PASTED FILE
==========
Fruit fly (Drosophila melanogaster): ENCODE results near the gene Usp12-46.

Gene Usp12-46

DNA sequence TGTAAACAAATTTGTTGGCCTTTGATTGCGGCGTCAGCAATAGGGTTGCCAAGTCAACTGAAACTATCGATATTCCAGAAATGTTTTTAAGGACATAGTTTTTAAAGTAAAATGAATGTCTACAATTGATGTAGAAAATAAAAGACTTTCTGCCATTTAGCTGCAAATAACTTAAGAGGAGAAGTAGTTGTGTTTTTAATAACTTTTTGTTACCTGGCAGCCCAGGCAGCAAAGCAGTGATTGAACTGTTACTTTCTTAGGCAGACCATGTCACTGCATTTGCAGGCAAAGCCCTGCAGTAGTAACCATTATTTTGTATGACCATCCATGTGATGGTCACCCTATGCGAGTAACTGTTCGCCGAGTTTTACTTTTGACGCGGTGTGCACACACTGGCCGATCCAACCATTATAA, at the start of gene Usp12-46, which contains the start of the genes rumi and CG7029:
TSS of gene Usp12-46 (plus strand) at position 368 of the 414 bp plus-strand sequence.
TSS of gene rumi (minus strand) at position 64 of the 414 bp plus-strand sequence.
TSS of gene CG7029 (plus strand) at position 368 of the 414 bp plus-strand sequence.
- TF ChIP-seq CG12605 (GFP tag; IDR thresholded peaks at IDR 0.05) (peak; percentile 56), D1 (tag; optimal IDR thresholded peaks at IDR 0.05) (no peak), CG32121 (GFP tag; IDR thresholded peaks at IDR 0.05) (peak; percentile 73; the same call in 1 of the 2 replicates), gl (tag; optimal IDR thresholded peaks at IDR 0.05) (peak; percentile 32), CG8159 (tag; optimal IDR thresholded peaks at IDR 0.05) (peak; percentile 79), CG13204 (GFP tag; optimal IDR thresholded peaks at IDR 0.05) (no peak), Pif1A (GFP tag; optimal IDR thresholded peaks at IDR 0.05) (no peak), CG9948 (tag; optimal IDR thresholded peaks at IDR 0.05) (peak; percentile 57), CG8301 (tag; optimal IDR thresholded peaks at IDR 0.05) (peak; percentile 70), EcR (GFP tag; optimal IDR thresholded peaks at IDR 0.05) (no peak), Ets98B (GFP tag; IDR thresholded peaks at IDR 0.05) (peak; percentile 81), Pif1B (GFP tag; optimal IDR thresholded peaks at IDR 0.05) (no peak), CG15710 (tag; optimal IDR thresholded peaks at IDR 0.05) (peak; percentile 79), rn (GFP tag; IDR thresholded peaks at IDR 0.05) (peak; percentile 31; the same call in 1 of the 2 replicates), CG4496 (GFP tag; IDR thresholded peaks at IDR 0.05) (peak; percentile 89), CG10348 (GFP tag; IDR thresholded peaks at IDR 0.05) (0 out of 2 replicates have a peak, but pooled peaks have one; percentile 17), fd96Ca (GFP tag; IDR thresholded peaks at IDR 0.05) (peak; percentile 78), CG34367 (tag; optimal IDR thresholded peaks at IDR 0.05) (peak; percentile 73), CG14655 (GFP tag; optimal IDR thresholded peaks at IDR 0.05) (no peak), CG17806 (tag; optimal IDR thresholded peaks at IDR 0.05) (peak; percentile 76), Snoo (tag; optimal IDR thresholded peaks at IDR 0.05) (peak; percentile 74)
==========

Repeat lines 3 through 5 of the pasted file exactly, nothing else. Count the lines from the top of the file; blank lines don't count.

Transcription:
DNA sequence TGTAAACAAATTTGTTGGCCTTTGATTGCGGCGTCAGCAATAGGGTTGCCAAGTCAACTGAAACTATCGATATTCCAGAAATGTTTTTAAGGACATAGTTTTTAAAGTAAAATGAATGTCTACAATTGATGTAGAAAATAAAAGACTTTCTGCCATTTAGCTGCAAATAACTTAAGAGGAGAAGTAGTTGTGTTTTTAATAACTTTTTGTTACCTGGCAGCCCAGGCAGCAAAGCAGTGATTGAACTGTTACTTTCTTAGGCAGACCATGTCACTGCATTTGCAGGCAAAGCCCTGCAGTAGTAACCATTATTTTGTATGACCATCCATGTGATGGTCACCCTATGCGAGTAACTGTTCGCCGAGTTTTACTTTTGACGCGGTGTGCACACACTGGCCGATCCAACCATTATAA, at the start of gene Usp12-46, which contains the start of the genes rumi and CG7029:
TSS of gene Usp12-46 (plus strand) at position 368 of the 414 bp plus-strand sequence.
TSS of gene rumi (minus strand) at position 64 of the 414 bp plus-strand sequence.